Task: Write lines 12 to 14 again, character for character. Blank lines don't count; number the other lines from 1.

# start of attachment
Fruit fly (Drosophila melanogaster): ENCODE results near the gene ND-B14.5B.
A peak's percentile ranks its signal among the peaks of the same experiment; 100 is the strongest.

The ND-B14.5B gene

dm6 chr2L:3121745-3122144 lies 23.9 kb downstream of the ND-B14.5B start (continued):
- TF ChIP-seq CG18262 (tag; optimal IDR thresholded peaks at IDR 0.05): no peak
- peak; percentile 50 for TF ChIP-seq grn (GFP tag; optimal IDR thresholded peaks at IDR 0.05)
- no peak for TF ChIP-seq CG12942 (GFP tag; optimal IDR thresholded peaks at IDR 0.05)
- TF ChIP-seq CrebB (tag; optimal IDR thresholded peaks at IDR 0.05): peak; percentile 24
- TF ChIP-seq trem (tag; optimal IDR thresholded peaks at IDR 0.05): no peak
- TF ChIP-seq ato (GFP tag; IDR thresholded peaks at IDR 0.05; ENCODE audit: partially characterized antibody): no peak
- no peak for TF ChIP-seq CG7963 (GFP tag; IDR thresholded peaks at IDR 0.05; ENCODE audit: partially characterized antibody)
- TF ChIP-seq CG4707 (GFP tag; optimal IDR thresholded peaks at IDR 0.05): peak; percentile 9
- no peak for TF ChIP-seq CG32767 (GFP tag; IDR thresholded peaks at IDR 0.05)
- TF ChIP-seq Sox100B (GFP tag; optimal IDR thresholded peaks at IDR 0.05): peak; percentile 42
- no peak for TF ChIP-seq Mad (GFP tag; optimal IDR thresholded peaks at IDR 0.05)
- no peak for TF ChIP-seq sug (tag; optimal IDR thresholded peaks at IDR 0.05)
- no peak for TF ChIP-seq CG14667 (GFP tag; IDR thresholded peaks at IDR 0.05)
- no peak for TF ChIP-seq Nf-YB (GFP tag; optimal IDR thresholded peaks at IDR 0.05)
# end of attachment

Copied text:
- TF ChIP-seq CG4707 (GFP tag; optimal IDR thresholded peaks at IDR 0.05): peak; percentile 9
- no peak for TF ChIP-seq CG32767 (GFP tag; IDR thresholded peaks at IDR 0.05)
- TF ChIP-seq Sox100B (GFP tag; optimal IDR thresholded peaks at IDR 0.05): peak; percentile 42